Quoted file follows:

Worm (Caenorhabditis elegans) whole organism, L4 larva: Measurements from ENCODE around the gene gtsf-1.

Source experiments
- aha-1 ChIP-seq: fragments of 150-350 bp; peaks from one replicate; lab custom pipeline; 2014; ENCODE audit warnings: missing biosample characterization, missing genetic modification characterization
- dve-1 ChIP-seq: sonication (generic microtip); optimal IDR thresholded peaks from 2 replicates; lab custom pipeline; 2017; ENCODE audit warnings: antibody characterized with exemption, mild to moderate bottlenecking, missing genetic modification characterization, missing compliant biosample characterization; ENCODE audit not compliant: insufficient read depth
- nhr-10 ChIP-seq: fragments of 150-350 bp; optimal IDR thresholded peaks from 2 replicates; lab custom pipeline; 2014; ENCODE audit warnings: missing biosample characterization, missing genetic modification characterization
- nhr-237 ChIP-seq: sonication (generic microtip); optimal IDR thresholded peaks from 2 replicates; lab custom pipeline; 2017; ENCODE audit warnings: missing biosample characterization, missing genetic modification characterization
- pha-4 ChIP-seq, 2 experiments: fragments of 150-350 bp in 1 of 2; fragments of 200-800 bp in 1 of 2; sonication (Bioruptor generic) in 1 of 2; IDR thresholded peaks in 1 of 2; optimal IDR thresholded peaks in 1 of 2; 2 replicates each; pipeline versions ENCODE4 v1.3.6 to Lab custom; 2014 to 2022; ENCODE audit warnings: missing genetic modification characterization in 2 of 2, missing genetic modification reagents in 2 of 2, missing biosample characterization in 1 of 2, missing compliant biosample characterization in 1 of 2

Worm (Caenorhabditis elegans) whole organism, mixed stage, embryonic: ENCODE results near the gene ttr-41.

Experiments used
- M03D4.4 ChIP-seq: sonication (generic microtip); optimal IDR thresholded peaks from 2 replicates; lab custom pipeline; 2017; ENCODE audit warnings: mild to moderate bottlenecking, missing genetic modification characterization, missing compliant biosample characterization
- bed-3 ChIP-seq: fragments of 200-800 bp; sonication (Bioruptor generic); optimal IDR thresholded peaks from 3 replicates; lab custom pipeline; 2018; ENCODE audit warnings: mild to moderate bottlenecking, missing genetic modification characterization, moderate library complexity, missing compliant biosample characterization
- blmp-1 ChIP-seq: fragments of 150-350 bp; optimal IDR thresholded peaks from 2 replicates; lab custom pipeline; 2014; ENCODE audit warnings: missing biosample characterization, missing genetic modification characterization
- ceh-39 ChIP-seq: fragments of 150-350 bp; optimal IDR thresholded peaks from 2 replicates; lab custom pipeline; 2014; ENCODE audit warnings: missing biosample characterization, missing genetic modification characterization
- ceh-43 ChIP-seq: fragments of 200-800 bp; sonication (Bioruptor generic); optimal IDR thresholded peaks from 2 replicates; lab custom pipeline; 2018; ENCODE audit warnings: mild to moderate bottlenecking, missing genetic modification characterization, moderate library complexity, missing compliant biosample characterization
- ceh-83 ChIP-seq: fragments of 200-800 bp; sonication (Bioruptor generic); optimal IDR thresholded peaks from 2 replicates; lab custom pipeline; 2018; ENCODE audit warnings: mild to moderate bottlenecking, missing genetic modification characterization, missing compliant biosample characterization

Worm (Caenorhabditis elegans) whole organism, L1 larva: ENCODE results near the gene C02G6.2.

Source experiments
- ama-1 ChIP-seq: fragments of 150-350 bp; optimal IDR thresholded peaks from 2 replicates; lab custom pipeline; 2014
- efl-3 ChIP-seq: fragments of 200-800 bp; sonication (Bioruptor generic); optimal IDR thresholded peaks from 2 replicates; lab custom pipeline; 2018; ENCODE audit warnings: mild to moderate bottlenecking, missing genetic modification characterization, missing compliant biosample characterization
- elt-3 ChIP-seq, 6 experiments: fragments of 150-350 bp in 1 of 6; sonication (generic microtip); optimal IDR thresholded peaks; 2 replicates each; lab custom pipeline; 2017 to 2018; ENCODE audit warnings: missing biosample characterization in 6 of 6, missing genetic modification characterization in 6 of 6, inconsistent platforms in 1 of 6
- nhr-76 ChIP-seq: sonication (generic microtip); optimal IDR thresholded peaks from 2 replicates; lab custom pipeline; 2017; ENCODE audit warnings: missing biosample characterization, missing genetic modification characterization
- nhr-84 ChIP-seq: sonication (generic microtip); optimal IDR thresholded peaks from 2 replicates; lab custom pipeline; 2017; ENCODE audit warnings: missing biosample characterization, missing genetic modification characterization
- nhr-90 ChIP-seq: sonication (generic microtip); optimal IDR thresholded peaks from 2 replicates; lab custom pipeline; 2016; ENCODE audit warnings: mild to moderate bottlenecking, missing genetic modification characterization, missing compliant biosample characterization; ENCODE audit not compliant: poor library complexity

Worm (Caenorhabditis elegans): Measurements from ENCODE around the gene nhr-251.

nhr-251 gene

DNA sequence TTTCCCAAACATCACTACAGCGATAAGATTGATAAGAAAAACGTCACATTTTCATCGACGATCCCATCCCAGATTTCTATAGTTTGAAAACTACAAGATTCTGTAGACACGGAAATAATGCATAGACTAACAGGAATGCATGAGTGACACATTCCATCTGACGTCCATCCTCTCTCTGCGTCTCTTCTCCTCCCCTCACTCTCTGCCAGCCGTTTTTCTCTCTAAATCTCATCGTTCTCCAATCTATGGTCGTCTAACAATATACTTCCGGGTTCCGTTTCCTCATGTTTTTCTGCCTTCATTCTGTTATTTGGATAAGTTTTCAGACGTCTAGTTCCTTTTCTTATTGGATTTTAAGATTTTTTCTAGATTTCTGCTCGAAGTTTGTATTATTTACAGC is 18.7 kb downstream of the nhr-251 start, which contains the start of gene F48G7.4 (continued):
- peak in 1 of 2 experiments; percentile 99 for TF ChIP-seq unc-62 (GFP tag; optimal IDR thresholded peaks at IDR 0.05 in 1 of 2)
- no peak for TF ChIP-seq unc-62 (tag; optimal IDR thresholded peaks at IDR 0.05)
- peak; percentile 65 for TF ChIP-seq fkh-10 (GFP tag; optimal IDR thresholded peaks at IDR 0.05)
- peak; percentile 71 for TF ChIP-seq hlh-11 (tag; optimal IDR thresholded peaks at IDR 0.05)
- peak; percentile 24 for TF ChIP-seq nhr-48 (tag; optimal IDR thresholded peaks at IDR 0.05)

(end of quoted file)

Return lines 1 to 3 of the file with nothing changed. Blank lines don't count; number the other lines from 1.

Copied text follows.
Worm (Caenorhabditis elegans) whole organism, L4 larva: Measurements from ENCODE around the gene gtsf-1.

Source experiments
- aha-1 ChIP-seq: fragments of 150-350 bp; peaks from one replicate; lab custom pipeline; 2014; ENCODE audit warnings: missing biosample characterization, missing genetic modification characterization